"Typically, you have those desert regions finishing while the northern regions are just starting, but this year, they were all going at the same time when demand wasn't really kicking in," he said. "There's still a lot of supply on the market."

It didn't help that while the state experienced favorable growing conditions and high yields, other parts of the nation were still seeing wintry weather and people weren't in the mood for salad, Ange noted. School closures and people not going out to eat as much also drove down demand, he added.

For crops such as asparagus, prices have remained relatively strong despite the California crop coming in early while Mexican-grown asparagus was still on the market, Derby said. He noted that last week some retailers were selling the spears for $2.99 a pound, which is considered high for an item that's usually heavily promoted for the Easter holiday. But supplies have diminished because growing conditions in Mexico got too warm too quickly, leading to less production and quality issues.

Marc Marchini, who grows asparagus in San Joaquin County, said production problems in Mexico benefit California farmers but noted that his own crop has not been as prolific as he would like—and he said he has heard growers throughout the delta, Salinas and Firebaugh areas say the same thing. He said the lower yields may be related to lack of cold temperatures, as asparagus plants need to go into dormancy just as tree crops do.

Marchini also farms winegrapes, which he said are about two weeks ahead of schedule. His concern, he said, is how the earlier season will affect labor availability in his region, which has a big cherry crop that is also coming in early, when vineyards need people for shoot thinning.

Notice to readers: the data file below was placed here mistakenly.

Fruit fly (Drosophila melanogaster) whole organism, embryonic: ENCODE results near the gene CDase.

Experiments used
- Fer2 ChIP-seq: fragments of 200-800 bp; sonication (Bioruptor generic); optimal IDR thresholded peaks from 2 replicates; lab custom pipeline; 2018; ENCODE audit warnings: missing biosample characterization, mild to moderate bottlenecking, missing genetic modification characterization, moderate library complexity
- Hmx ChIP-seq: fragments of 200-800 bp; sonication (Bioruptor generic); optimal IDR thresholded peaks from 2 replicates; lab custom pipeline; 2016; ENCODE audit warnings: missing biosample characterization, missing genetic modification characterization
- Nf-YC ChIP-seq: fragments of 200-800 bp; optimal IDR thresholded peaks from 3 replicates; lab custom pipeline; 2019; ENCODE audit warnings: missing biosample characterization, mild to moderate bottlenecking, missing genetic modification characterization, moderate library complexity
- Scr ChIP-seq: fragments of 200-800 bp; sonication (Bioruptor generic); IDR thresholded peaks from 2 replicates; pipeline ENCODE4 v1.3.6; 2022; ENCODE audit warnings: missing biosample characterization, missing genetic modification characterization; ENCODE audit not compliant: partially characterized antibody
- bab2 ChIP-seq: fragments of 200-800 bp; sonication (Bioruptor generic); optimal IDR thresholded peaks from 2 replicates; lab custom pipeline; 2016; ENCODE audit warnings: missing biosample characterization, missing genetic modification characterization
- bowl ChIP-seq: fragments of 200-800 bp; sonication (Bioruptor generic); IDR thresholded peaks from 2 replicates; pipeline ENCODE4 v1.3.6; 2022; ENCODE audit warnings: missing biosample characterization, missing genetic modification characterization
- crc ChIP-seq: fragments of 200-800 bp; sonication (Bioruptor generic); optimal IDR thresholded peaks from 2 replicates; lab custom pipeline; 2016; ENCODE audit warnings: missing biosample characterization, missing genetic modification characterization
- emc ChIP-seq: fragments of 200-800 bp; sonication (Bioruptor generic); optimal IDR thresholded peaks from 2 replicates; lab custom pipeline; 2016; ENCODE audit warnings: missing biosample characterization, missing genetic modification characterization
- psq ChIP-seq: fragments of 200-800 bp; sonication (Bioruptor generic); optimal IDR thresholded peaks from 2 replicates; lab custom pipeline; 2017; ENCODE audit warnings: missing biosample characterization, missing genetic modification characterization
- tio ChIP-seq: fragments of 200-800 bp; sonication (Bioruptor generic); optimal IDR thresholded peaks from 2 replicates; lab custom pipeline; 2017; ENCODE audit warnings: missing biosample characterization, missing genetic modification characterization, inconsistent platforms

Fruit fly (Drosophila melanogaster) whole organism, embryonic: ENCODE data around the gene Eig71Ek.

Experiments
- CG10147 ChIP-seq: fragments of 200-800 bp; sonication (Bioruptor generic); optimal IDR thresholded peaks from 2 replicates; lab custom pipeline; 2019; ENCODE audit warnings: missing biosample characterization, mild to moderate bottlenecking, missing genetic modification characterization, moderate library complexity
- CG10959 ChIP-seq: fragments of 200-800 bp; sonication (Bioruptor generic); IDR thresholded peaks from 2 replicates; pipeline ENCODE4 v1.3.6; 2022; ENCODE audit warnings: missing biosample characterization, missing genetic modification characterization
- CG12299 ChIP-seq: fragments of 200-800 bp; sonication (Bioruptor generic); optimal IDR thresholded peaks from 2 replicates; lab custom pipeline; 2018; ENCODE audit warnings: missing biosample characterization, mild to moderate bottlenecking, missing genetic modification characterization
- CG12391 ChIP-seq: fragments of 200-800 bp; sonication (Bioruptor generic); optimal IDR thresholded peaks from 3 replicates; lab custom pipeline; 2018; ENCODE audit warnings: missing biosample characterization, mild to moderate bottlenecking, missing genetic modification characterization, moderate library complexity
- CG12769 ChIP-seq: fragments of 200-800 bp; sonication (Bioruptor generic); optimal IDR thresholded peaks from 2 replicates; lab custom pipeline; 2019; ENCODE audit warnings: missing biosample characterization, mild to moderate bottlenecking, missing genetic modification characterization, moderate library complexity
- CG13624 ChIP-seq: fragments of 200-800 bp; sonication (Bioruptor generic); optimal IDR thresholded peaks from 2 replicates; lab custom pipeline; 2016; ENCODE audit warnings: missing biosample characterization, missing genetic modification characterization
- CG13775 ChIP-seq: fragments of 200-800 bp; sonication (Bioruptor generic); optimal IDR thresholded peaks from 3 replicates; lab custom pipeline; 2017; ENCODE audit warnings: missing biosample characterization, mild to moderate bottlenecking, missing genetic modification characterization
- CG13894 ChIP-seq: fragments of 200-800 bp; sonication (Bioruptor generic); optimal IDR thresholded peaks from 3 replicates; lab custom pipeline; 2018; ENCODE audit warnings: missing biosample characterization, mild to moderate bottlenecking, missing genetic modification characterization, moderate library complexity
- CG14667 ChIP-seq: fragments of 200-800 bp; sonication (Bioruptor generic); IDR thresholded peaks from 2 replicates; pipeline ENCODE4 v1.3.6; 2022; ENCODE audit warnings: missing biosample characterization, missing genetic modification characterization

But from a cultural production standpoint, Jeff Bitter, vice president of Allied Grape Growers, said being early and getting the crop matured and harvested ahead of fall rains is usually a blessing.

"Most grape growers don't complain about an early crop," he said. "As long as it stays warm and dry like it's been, I don't see any problem with bringing this crop to market."

California stone fruit season typically kicks off in early May, but early varieties will be available this month, said Barry Bedwell, president of the California Fresh Fruit Association. While there are some marketing opportunities for an earlier crop, he said there is also increased risk related to weather damage, as spring temperatures could fluctuate greatly and hail is still a concern during this time.

"We have a long ways to go before we're out of the danger," Bedwell said.

For the state's cherry crop, which is promoted ahead of Memorial Day, the earlier season means retailers across the nation will have ample supplies for that holiday, and that is positive, said Jim Hanson, who markets cherries for Grower Direct Marketing in Stockton.

There should not be much of an overlap between the California crop and Washington cherries, he added, because the entire West Coast growing region is early this year. An overlap problem only occurs if California is abnormally late and Washington starts early, leading to an oversupply in the market, he said.

Unlike last year's light cherry crop, Hanson said the state had a "much better season" this year, although noting it won't necessarily be a bumper crop. Last year's crop was hurt by lack of chill hours. This year, winter daytime temperatures were still unseasonably warm, he said, but cool nights made a difference. He noted both the Stockton-Linden-Lodi and Fresno-Reedley-Visalia growing regions recorded more chill hours this year than last, while the southern growing district of Kern County saw fewer chill hours.

(Ching Lee is an assistant editor of Ag Alert. She may be contacted at clee@cfbf.com.)

Permission for use is granted, however, credit must be made to the California Farm Bureau Federation when reprinting this item.